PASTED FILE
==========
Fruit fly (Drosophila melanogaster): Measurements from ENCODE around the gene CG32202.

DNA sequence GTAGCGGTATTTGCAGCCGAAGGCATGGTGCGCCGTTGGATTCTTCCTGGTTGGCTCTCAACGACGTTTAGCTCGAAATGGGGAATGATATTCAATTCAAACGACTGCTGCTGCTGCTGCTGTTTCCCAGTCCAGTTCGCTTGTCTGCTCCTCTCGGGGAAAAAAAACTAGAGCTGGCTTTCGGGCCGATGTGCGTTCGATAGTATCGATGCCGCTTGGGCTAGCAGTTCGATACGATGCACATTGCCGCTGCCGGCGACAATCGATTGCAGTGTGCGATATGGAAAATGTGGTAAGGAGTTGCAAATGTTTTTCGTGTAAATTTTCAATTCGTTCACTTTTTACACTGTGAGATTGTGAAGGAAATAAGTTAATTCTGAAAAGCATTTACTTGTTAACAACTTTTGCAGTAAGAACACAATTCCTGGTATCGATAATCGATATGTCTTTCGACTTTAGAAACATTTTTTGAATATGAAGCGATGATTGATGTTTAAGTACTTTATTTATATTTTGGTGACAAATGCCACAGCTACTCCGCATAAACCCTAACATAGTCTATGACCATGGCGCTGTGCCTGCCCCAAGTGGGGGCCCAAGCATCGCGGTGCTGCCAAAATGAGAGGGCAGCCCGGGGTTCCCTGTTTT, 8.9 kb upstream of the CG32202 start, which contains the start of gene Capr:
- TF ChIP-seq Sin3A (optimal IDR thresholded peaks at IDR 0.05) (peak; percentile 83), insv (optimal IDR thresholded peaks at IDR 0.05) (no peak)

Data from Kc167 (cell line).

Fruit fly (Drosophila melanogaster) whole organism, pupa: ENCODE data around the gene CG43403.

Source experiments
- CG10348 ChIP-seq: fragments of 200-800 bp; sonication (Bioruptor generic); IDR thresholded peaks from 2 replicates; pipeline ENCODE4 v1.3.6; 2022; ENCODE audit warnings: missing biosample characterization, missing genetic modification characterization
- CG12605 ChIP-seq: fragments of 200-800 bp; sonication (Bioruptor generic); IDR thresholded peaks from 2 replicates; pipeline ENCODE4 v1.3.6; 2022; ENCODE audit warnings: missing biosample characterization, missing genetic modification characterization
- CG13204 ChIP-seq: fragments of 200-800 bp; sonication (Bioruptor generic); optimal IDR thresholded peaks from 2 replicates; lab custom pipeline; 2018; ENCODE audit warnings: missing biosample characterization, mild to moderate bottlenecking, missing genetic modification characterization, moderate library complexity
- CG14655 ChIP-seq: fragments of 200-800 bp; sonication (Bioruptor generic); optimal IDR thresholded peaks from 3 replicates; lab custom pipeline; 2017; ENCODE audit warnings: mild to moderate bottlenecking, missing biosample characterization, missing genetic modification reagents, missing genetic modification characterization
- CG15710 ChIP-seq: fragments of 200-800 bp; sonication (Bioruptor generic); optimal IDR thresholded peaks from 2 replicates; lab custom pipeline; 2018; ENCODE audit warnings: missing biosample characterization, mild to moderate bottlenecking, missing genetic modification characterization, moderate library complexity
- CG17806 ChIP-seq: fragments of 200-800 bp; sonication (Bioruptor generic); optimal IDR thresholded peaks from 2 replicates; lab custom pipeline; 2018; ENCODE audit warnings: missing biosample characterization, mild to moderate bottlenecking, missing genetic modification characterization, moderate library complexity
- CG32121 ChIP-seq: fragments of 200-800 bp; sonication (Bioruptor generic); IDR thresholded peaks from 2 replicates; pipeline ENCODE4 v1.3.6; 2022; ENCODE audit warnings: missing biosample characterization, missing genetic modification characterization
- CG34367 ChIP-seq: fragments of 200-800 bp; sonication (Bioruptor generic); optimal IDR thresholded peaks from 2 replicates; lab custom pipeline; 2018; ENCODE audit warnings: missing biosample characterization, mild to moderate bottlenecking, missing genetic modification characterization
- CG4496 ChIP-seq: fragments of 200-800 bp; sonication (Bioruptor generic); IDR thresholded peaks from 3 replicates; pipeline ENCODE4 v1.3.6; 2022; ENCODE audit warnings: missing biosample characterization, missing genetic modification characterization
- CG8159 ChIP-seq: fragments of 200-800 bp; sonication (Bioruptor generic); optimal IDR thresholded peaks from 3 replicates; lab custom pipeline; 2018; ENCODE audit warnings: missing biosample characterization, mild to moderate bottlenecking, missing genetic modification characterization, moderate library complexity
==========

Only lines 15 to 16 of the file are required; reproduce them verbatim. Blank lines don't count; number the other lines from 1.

- CG4496 ChIP-seq: fragments of 200-800 bp; sonication (Bioruptor generic); IDR thresholded peaks from 3 replicates; pipeline ENCODE4 v1.3.6; 2022; ENCODE audit warnings: missing biosample characterization, missing genetic modification characterization
- CG8159 ChIP-seq: fragments of 200-800 bp; sonication (Bioruptor generic); optimal IDR thresholded peaks from 3 replicates; lab custom pipeline; 2018; ENCODE audit warnings: missing biosample characterization, mild to moderate bottlenecking, missing genetic modification characterization, moderate library complexity